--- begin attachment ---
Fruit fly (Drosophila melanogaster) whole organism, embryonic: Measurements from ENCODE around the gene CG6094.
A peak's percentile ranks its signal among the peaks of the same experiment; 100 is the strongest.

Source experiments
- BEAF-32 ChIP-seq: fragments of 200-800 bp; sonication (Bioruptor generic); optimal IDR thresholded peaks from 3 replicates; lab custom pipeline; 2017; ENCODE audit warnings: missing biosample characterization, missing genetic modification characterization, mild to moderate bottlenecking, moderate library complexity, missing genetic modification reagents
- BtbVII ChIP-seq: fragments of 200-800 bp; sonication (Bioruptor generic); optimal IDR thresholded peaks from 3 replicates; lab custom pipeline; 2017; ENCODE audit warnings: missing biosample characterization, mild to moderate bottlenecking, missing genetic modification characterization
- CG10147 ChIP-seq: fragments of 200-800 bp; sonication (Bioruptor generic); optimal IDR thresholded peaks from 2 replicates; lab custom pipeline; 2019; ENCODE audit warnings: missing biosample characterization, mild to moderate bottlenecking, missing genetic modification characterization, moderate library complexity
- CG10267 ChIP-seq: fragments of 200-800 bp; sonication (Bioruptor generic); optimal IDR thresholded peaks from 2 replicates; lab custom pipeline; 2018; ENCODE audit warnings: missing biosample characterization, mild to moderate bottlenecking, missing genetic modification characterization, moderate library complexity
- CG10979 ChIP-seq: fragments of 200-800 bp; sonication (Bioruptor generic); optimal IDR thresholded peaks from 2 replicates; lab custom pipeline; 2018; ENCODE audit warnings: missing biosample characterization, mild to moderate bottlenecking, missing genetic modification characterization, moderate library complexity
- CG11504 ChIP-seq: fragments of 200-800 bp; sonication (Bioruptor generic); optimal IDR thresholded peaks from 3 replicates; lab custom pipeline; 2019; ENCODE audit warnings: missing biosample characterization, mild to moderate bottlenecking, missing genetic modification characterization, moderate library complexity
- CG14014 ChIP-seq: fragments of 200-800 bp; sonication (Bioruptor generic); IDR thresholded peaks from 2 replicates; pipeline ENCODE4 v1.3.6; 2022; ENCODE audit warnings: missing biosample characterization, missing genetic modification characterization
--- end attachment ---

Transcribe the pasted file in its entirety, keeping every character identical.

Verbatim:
Fruit fly (Drosophila melanogaster) whole organism, embryonic: Measurements from ENCODE around the gene CG6094.
A peak's percentile ranks its signal among the peaks of the same experiment; 100 is the strongest.

Source experiments
- BEAF-32 ChIP-seq: fragments of 200-800 bp; sonication (Bioruptor generic); optimal IDR thresholded peaks from 3 replicates; lab custom pipeline; 2017; ENCODE audit warnings: missing biosample characterization, missing genetic modification characterization, mild to moderate bottlenecking, moderate library complexity, missing genetic modification reagents
- BtbVII ChIP-seq: fragments of 200-800 bp; sonication (Bioruptor generic); optimal IDR thresholded peaks from 3 replicates; lab custom pipeline; 2017; ENCODE audit warnings: missing biosample characterization, mild to moderate bottlenecking, missing genetic modification characterization
- CG10147 ChIP-seq: fragments of 200-800 bp; sonication (Bioruptor generic); optimal IDR thresholded peaks from 2 replicates; lab custom pipeline; 2019; ENCODE audit warnings: missing biosample characterization, mild to moderate bottlenecking, missing genetic modification characterization, moderate library complexity
- CG10267 ChIP-seq: fragments of 200-800 bp; sonication (Bioruptor generic); optimal IDR thresholded peaks from 2 replicates; lab custom pipeline; 2018; ENCODE audit warnings: missing biosample characterization, mild to moderate bottlenecking, missing genetic modification characterization, moderate library complexity
- CG10979 ChIP-seq: fragments of 200-800 bp; sonication (Bioruptor generic); optimal IDR thresholded peaks from 2 replicates; lab custom pipeline; 2018; ENCODE audit warnings: missing biosample characterization, mild to moderate bottlenecking, missing genetic modification characterization, moderate library complexity
- CG11504 ChIP-seq: fragments of 200-800 bp; sonication (Bioruptor generic); optimal IDR thresholded peaks from 3 replicates; lab custom pipeline; 2019; ENCODE audit warnings: missing biosample characterization, mild to moderate bottlenecking, missing genetic modification characterization, moderate library complexity
- CG14014 ChIP-seq: fragments of 200-800 bp; sonication (Bioruptor generic); IDR thresholded peaks from 2 replicates; pipeline ENCODE4 v1.3.6; 2022; ENCODE audit warnings: missing biosample characterization, missing genetic modification characterization